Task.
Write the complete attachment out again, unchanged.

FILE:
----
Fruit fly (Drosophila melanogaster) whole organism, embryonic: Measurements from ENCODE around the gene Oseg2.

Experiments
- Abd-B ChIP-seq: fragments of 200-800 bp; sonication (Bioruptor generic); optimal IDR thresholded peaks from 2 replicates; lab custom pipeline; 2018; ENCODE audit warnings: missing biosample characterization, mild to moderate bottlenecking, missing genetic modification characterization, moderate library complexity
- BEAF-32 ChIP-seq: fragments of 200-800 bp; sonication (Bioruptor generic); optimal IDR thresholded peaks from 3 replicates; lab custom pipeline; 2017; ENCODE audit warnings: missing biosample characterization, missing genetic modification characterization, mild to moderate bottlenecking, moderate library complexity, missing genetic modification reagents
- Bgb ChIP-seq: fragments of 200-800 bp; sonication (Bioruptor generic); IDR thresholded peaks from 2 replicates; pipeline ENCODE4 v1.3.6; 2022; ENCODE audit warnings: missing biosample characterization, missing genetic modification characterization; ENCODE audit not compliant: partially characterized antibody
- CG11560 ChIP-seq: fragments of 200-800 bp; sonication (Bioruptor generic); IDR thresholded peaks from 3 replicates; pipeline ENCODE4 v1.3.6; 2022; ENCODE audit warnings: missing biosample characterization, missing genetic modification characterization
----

Fruit fly (Drosophila melanogaster) whole organism, embryonic: Measurements from ENCODE around the gene Oseg2.

Experiments
- Abd-B ChIP-seq: fragments of 200-800 bp; sonication (Bioruptor generic); optimal IDR thresholded peaks from 2 replicates; lab custom pipeline; 2018; ENCODE audit warnings: missing biosample characterization, mild to moderate bottlenecking, missing genetic modification characterization, moderate library complexity
- BEAF-32 ChIP-seq: fragments of 200-800 bp; sonication (Bioruptor generic); optimal IDR thresholded peaks from 3 replicates; lab custom pipeline; 2017; ENCODE audit warnings: missing biosample characterization, missing genetic modification characterization, mild to moderate bottlenecking, moderate library complexity, missing genetic modification reagents
- Bgb ChIP-seq: fragments of 200-800 bp; sonication (Bioruptor generic); IDR thresholded peaks from 2 replicates; pipeline ENCODE4 v1.3.6; 2022; ENCODE audit warnings: missing biosample characterization, missing genetic modification characterization; ENCODE audit not compliant: partially characterized antibody
- CG11560 ChIP-seq: fragments of 200-800 bp; sonication (Bioruptor generic); IDR thresholded peaks from 3 replicates; pipeline ENCODE4 v1.3.6; 2022; ENCODE audit warnings: missing biosample characterization, missing genetic modification characterization